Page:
Photo by Wadner PierreAs a special team from the Organization of American States tries to resolve the country's election impasse, the one solution acceptable to most Haitians -- fair, inclusive elections -- is not on the table.
Thousands of Haitians protested, demanding new elections. Several Haitian senators and 12 of the 19 presidential candidates want the same. Yet the United States, Canada, France, the United Nations and OAS, which say they are committed to helping Haitians resolve this crisis, will not support new elections.
Instead there has been a feeble attempt by the international community to quell the protests. The OAS monitored the flawed elections and originally said that ``the irregularities, as serious as they were, [did not] necessarily invalidate the process.'' Amid accusations that the OAS terminated its Special Representative to Haiti, Ricardo Seitenfus, after he was critical of the international community's operations in Haiti, the OAS is heading back to Haiti to negotiate a resolution and monitor a recount of votes from the presidential election.
A recount of votes for the entire House of Deputies and two-thirds of the Senate seats has not been planned, even though those results were undermined by the same irregularities.
The elections that the international community helped organize and pay for were so deeply flawed from beginning to end that the only resolution that would be fair to Haitians and the taxpayers of donor countries is to start all over again.
Scrutiny must first fall on the Haitian Electoral Council, which was illegally hand-picked by President Préval and marred by allegations of corruption. The Council excluded 15 political parties from the legislative elections, among them Fanmi Lavalas, Haiti's most popular party, and created a new requirement to disqualify Fanmi Lavalas from the presidential elections.
So no matter what happened on election day, the vote was already tainted. But the U.S. government nevertheless wrote a $15 million check to pay for these elections, despite warnings by Rep. Maxine Waters, D-Calif., and 44 other members of Congress, along with Sen. Richard Lugar, R-Ind., that the process would be a sham.
It was no surprise that there were reports of widespread election irregularities almost as soon as the polls opened on election day. In addition to ballot-box stuffing, observers and journalists saw countless people turned away from polling stations, unable to vote because their names were not on electoral lists.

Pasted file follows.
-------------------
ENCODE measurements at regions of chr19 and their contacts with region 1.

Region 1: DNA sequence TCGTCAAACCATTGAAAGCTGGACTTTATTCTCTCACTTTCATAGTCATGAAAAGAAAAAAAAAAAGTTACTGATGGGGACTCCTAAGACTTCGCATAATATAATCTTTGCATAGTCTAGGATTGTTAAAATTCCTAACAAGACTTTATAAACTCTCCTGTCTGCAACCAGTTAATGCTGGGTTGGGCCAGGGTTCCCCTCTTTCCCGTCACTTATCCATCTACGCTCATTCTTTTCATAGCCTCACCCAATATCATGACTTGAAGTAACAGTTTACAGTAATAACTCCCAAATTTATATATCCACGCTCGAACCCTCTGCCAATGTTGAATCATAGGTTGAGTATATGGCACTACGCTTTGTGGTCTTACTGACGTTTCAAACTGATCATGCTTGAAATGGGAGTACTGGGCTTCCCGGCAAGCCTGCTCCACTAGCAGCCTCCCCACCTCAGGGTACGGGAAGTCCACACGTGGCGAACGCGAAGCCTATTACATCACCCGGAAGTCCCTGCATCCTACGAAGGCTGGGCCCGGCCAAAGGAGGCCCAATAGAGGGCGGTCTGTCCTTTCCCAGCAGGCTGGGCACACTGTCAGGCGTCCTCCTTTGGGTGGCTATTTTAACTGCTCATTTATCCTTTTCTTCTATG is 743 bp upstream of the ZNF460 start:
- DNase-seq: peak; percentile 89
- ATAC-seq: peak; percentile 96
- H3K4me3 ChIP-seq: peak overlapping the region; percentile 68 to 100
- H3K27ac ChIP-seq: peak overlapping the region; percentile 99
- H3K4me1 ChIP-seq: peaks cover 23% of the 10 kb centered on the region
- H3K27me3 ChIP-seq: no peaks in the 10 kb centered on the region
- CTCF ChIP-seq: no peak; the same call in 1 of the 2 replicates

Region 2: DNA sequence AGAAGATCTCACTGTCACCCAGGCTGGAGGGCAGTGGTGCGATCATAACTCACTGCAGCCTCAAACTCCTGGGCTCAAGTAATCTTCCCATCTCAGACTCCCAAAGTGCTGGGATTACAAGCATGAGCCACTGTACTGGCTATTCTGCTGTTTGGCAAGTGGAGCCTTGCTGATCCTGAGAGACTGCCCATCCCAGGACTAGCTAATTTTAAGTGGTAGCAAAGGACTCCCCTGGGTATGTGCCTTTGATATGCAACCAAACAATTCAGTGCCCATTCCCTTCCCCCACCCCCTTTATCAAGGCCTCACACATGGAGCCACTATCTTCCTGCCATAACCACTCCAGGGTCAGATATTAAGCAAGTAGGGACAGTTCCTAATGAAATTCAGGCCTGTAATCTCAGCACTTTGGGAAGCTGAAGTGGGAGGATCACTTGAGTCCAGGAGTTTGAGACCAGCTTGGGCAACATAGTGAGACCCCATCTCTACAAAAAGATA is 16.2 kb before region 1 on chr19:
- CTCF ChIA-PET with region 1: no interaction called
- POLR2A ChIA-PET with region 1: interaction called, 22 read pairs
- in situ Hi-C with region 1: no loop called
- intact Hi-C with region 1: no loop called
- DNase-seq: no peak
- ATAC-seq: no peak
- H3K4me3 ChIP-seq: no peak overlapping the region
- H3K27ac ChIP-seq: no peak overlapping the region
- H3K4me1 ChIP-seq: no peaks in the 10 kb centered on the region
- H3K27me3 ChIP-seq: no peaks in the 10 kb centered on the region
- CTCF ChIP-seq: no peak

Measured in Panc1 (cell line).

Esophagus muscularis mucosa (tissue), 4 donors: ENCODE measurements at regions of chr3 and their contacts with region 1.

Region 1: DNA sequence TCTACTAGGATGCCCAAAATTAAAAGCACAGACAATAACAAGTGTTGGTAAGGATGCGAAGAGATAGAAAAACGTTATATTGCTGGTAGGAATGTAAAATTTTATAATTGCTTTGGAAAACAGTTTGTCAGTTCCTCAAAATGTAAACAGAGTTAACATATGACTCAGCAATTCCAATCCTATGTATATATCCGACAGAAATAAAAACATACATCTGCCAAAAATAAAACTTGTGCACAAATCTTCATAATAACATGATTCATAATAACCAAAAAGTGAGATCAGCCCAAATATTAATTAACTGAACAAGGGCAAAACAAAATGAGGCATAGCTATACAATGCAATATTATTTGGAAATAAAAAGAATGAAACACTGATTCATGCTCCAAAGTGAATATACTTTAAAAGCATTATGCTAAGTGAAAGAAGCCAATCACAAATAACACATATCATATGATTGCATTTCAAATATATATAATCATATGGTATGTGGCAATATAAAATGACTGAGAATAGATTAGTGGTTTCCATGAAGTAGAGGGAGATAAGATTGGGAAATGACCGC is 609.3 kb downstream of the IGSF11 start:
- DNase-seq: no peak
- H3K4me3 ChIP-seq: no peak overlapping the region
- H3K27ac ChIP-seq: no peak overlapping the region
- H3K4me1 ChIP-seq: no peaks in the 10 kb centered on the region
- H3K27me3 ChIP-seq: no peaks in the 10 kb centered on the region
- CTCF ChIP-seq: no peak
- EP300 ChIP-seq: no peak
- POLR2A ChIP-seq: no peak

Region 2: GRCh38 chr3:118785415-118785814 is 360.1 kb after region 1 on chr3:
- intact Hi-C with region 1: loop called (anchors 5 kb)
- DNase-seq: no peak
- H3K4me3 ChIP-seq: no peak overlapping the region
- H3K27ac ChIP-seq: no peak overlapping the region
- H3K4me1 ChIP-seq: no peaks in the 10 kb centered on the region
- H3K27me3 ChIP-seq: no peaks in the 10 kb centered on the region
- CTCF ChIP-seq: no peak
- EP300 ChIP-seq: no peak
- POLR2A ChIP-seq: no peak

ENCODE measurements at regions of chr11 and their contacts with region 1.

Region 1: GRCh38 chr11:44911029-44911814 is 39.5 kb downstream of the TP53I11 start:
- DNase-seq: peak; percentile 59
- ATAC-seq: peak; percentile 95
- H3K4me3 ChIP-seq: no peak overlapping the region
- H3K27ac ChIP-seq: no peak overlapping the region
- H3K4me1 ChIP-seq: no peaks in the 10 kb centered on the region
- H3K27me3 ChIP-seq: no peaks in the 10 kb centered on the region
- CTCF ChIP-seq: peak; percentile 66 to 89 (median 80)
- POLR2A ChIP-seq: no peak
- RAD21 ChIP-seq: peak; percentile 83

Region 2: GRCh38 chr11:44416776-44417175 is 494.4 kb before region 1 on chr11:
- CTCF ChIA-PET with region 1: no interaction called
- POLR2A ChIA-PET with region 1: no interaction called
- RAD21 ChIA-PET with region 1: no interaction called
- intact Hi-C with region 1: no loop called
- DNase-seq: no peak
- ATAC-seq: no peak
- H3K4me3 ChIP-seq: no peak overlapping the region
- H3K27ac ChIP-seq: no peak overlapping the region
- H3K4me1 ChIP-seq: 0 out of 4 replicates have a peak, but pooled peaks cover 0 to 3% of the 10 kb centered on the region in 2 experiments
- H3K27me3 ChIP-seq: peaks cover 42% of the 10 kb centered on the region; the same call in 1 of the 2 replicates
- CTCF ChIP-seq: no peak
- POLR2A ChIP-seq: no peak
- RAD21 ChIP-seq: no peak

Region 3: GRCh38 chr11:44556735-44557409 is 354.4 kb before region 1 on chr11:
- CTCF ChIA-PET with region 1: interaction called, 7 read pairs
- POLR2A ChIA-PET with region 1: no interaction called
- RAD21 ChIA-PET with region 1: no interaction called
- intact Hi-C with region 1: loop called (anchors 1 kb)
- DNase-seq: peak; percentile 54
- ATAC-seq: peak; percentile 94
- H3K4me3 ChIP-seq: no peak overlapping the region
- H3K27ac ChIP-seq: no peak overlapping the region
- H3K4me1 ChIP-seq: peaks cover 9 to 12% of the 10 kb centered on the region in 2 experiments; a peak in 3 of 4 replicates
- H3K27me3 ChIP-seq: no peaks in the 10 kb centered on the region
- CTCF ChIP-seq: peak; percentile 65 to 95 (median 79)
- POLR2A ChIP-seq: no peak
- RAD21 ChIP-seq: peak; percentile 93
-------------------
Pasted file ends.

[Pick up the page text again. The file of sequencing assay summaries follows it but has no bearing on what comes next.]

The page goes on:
At least 90,000 identity cards requested by voters could not be printed in time and tens of thousands of cards that had been printed were not distributed. An estimated 75 percent of registered voters were either unable to vote or stayed home. Such clear disenfranchisement, along with the dubious candidate-selection process, stripped elections of legitimacy.
Responding to the election crisis, Secretary of State Hillary Clinton rightly recognized that, ``If you ignore the legitimate questions raised about the election, you create conditions for longer-term instability.''
Sen. Patrick Leahy said that the United States ``must come down squarely in support of the Haitian people's right to choose their leaders freely and fairly'' and called for cutting off direct aid to pressure Haiti's government.
But by supporting a recount of tainted votes from the previous flawed elections rather than supporting a fair rerun, the United States is creating the very conditions for long-term instability Clinton hopes to avoid. The only way to support long-term stability in Haiti is to support inclusive elections.
The Obama administration should: 1) announce that it will not provide any further financial support to the current Electoral Council or to any government resulting from this Council's elections; and 2) offer to support fair elections under a new Electoral Council.
The Préval administration should: 1) ask the Electoral Council to annul the first round of elections and resign; 2) work with Haitian society to appoint a balanced Electoral Council; 3) allow all political exiles, including President Aristide, to return; and 4) run the elections the Haitian people deserve.
The time and cost of organizing new elections is a small price to pay to avoid wasting the $11 billion promised for earthquake reconstruction. The elections budget -- $29 million -- is less than two weeks' expenses for the U.N. peacekeeping mission in Haiti. Fair elections would do more for ensuring a stable and democratic government able to rebuild the country effectively than peacekeeping troops ever could.
Nicole Phillips is a staff attorney at the Institute for Justice & Democracy in Haiti and assistant director for Haiti Programs with the University of San Francisco School of Law. Nicolas Alberto Pascal is a graduate student in Global & International Studies at the University of California Santa Barbara.